Keeping your teeth and gums clean seems pretty straightforward, right? Then why do so many people avoid paying attention to the details that can save them a bigger dentist bill?
Not only will these simple tips help keep your teeth clean and cavity-free—they’ll also help prevent other possible health problems from improper techniques. You may have been brushing your teeth the same way for your whole life, but it’s never too late to make a positive change. Here are six ways to improve your oral hygiene skills…
1. Floss Regularly
Yeah, yeah. We’ve all been hit over the head by our dental hygienist about flossing regularly, and maybe some of us do it for a few days following a dentist visit and then stop out of laziness. However, on the next visit, we might lie and say we’re still on top of it.
Truth is, your dentist can probably tell, and the AARP (formerly the American Association of Retired Persons) says that only about 40 per cent of Americans floss each day (assuming they weren’t fibbing). However, the AARP also notes that flossing gets to spaces that your brush just can’t, and the bacteria left over can lead to inflammation and tooth loss, bone loss and even heart problems in more extreme cases.
2. Avoid Hard Toothbrushes
Many people may believe that the harder the bristles on the toothbrush, the more effective they are in removing grime and grit. However, Best Health magazine notes that a toothbrush with soft and rounded bristles is the best way to go (toothbrushes are usually marked soft, medium and hard on the packaging).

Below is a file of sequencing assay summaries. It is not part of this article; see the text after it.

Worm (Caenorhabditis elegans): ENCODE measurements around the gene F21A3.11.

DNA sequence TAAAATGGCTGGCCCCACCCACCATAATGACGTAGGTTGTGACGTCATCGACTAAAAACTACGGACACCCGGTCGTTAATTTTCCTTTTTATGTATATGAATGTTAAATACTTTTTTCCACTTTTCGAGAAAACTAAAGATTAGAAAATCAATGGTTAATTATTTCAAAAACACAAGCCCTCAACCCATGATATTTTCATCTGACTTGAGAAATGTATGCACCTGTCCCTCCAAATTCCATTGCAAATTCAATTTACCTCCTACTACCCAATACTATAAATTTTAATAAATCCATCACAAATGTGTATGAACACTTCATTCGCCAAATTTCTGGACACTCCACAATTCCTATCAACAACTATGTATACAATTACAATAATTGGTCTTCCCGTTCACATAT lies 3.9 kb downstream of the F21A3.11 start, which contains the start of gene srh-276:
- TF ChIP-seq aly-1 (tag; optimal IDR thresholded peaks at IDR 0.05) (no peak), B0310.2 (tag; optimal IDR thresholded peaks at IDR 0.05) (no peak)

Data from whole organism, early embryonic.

However, even with soft bristled brushes, some of us have a tendency to scrub too hard, which is actually doing more harm than good. Best Health noted a survey of 700 dentists concluded that brushing too firmly was a leading cause of tooth sensitivity.
3. Avoid Mouthwashes with Alcohol
Many oral rinses out there contain alcohol, but you have to read the label closely to notice. What’s the big deal about that? Well, according to EveryDay Health, mouthwashes containing alcohol has been researched as a link to oral cancer (although nothing conclusive has been found).
Other reasons to avoid alcohol-based rinses is the intensity. It can cause a burning sensation that could turn you off of using it altogether. It’s also not recommended if you’re recovering from any sort of alcohol dependency, as the mere presence of it could be a trigger.
4. Don’t Brush after Eating
You may be tempted to brush those pearly whites as soon as you’ve consumed a large meal (that might’ve had a sugary dessert or red wine), but while it seems good in theory, you’re possibly damaging your teeth more than if you waited a while to brush.
Some experts point out that several foods and beverages are acidic, and that if you brush right after you’re consumed them, you’re actually pushing the acid into the tooth enamel. The better method is to rinse your mouth out with water, and wait at least half an hour before brushing after that. Other sources said brushing before a meal is helpful.
5. Replace your Toothbrush Regularly
While your existing toothbrush might still look to be in decent condition, the American Dental Association (ADA) recommends replacing your brush every 3- to 4-months or when there are noticeable frayed edges.
No, it’s not a ploy to make your buy more toothbrushes. The ADA claims that some microorganisms that live in your mouth can end up living on your toothbrush, however the association states there’s still no solid research so far about whether these organisms impact your oral health. However, what’s known for sure is that worn toothbrushes are less effective cleaning tools.
6. Brush at Least Twice a Day
Sometimes our busy schedules put brushing teeth on the backburner, but the Mayo Clinic reminds you to ensure you brush at least two times a day and to take your time to do a thorough job. You’re not fooling your teeth by cutting corners!
Information website, Quora, says the most important time of day to brush is in the morning before your bacon and eggs. Why? According to an orthodontist that wrote the article for Quora, calcium levels in your saliva are lowest in the morning, meaning there’s a higher risk of damage from acidity. Bacteria have also been multiplying uncontested in your mouth overnight.